Moviegoers flocked to Lynwood Theatre for two sold-out screenings of the documentary “Wildcat” Nov. 10-11 based on the real-life story about Samantha Zwicker, a Bainbridge Island ecologist, and Harry Turner, a British war veteran who raise an orphaned ocelot and eventually reintroduce it into the jungle.
The documentary raises awareness about rainforest conservation and animal rewilding research led by Zwicker’s nonprofit Hoja Nueva.
Zwicker said that growing up on BI she was embedded in the wilderness. Her parents were always rescuing animals.
“It wasn’t hard for me to decide to go places in the world where I thought there would be more wildness, more things to see.” But, it was an internship with a Ph.D. student at the University of Washington that dropped her in the middle of a gold mining area where she saw firsthand the destruction of the Amazon Forest for the pursuit of gold. A few months later she visited the pristine rainforest that drew her back to the Amazon and would eventually become her home away from BI.
At times it’s painful to watch this film as Turner struggles with depression and Post Traumatic Stress Disorder. It’s a story of love and friendship, grief and survival, that keeps us rooting for the trio that is confronted with the dangers of poaching, encroachment from loggers and their own personal challenges.
Already generating Oscar buzz, the film documents the years between 2015-19 when Zwicker was founding her nonprofit, which now focuses on protecting the Peruvian Amazon through rewilding programs and research in the Madre de Dios region, where Hoja owns and protects more than 3,000 hectares of land and has rescued and rehabilitated more than 250 animals.
What started as a community center focused on agroforestry changed when Zwicker and Turner found an ocelot cub they named Khan, and they switched their focus to raising him in the hope of reintroducing him back into the jungle because they didn’t want him going to a zoo.
They met two filmmakers, Melissa Lesh and Trevor Beck Frost, who heard about their story and used archive video to start the documentary.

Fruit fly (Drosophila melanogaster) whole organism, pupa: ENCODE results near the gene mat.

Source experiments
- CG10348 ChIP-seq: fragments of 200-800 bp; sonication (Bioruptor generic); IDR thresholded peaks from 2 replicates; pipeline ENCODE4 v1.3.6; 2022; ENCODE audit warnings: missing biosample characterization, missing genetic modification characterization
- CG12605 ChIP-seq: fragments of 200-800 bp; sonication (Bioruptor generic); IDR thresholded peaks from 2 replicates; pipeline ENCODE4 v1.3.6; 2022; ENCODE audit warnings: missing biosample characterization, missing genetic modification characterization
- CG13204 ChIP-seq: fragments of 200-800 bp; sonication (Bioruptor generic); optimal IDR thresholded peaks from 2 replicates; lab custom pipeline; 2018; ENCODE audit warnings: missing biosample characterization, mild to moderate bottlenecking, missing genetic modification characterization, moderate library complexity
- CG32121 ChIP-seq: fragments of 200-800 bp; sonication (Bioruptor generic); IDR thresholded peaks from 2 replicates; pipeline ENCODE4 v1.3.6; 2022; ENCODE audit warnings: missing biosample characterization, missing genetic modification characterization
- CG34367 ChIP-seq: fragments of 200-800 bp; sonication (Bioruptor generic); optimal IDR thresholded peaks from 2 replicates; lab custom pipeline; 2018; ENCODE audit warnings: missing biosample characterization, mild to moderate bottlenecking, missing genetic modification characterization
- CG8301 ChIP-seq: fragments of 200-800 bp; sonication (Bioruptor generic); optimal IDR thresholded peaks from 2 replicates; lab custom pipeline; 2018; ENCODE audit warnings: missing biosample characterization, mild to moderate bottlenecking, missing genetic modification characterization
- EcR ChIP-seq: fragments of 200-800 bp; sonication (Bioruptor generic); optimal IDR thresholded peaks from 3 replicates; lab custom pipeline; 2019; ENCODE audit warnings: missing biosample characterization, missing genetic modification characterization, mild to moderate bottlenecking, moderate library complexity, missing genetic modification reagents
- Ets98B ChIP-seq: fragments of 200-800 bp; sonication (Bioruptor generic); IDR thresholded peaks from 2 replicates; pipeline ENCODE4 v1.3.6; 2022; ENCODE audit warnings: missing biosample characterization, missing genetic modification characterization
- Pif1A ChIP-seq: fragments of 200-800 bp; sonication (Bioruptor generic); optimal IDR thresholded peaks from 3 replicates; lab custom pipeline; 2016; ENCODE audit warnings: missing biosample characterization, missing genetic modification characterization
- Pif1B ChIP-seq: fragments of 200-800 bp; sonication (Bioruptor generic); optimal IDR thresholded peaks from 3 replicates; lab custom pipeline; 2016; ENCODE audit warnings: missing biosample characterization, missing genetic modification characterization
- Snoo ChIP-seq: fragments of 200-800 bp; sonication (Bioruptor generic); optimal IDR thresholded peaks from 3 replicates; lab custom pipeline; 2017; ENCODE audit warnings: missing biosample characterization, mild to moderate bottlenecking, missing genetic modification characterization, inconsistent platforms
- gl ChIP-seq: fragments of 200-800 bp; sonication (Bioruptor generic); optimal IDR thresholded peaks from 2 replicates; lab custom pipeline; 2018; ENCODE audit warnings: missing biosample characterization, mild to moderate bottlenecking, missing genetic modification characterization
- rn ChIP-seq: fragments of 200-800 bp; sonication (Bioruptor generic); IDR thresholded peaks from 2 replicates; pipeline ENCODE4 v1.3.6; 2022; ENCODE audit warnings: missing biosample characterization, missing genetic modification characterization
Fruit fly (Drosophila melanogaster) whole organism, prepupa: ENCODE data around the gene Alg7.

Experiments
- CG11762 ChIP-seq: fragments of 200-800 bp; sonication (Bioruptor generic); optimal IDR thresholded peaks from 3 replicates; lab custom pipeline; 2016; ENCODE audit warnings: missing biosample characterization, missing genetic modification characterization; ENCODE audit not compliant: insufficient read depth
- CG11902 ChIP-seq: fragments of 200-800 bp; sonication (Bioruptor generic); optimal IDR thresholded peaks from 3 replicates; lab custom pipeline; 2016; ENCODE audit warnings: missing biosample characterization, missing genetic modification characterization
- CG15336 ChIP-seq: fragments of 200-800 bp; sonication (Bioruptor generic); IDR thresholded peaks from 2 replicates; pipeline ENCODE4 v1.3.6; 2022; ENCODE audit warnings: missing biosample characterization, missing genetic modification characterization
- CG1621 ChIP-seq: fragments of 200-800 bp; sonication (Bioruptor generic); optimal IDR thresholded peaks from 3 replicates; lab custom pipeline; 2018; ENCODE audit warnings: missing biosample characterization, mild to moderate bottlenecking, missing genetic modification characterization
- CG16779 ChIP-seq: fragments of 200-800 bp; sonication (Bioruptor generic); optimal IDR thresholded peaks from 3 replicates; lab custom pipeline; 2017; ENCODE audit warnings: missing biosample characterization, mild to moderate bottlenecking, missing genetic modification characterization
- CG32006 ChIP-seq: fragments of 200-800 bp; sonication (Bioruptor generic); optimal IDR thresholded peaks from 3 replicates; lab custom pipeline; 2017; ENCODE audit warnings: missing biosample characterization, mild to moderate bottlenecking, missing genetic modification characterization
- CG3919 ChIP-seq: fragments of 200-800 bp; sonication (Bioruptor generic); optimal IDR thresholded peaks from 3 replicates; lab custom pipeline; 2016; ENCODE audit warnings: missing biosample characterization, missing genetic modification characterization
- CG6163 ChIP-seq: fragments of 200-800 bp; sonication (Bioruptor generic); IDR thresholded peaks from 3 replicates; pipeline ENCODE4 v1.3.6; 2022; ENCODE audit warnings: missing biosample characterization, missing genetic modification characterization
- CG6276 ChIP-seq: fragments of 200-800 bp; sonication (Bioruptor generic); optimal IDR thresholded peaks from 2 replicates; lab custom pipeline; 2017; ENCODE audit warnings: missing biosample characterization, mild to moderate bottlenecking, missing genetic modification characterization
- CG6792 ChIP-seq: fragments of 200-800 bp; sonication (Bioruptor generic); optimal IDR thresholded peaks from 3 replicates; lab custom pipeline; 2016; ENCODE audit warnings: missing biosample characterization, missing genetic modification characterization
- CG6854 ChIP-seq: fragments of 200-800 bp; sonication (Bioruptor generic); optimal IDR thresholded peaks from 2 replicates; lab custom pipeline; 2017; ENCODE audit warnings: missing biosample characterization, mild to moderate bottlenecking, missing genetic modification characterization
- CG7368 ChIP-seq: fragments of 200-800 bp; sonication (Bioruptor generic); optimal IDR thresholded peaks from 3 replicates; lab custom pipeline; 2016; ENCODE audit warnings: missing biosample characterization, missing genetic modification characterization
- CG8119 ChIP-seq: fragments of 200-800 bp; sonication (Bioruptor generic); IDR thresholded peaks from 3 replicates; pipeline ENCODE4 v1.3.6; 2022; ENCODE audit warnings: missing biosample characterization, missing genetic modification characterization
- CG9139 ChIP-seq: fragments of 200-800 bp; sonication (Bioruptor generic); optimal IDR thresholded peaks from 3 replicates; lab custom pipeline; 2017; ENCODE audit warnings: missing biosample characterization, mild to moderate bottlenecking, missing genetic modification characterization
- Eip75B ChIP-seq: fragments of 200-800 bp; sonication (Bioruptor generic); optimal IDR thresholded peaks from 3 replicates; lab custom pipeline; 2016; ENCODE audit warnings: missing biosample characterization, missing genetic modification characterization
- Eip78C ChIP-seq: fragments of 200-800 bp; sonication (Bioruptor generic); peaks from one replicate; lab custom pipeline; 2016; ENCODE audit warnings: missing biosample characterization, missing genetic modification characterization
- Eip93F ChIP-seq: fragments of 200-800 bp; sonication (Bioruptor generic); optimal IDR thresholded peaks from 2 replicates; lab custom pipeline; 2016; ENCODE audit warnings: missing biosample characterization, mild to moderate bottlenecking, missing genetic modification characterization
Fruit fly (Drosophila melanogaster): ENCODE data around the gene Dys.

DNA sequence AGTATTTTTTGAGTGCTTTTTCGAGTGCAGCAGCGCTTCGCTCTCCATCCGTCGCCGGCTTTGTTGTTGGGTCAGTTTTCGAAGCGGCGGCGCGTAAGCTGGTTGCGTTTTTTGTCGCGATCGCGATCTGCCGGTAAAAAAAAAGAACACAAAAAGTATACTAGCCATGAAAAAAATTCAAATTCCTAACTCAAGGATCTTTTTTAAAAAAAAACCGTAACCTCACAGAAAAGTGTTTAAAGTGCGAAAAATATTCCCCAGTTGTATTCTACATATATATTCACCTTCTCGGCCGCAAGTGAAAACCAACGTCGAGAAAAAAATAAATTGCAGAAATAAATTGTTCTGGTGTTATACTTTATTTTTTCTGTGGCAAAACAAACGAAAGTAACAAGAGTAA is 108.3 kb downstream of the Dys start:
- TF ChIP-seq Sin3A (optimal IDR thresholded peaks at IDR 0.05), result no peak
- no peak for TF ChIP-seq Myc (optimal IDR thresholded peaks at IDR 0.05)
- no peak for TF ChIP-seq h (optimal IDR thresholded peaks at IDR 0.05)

For more than a year, Zwicker and Turner raised Khan until he was unexpectedly wounded and died from a gunshot sustained when he disturbed a poacher’s tripwire while walking in the rainforest. That devastating loss sent Turner into a deep depression that lasted almost a year and changed when another ocelot, Keanu, came into their lives.
Keanu was the second chance Turner needed to redeem himself after losing Khan. As Keanu learned to take care of himself, Turner’s depression lifted with his renewed purpose.
After 18 months, Keanu returns to the jungle, and Turner leaves to reunite with his family in England, while Zwicker stays to expand her conservation and rewilding efforts.
Zwicker didn’t start out planning to rewild animals. “We just saw that need and wanted to address it. So, we switched our efforts almost completely to rescuing and rewilding these animals in 2020, because the pandemic was really horrible for wildlife trafficking and trade.”
After the film team left in 2019, Zwicker was inspired to acquire more forest and now owns nearly 7,000 acres of monitored rainforest to release animals safely. The nonprofit is working alongside local communities doing research and has built a rehabilitation center deep in the jungle to rewild carnivores. They have 16 wildcats in their care and have released six others.
Zwicker now has a fully equipped veterinary center with researchers from all over Latin America. “The big enclosures allow the animals to hunt and kill, and they get to experience what life is like in the jungle to learn their wild instincts. This works by having the place remotely located in the rainforest with minimum to no contact with humans.”
Zwicker is happy with the response to the film. Now “I have a voice and can share these experiences and generate awareness to the cause, and to share the emotional side of things that can impact people in a positive way.”
Through the process she learned a lot about herself and learned to talk about her childhood. “It’s not only what you do in your work that can maybe make a difference, it’s also what you feel and what you’ve been through. Sharing those things, even if it impacts one person in the room, then you’ve done something good.”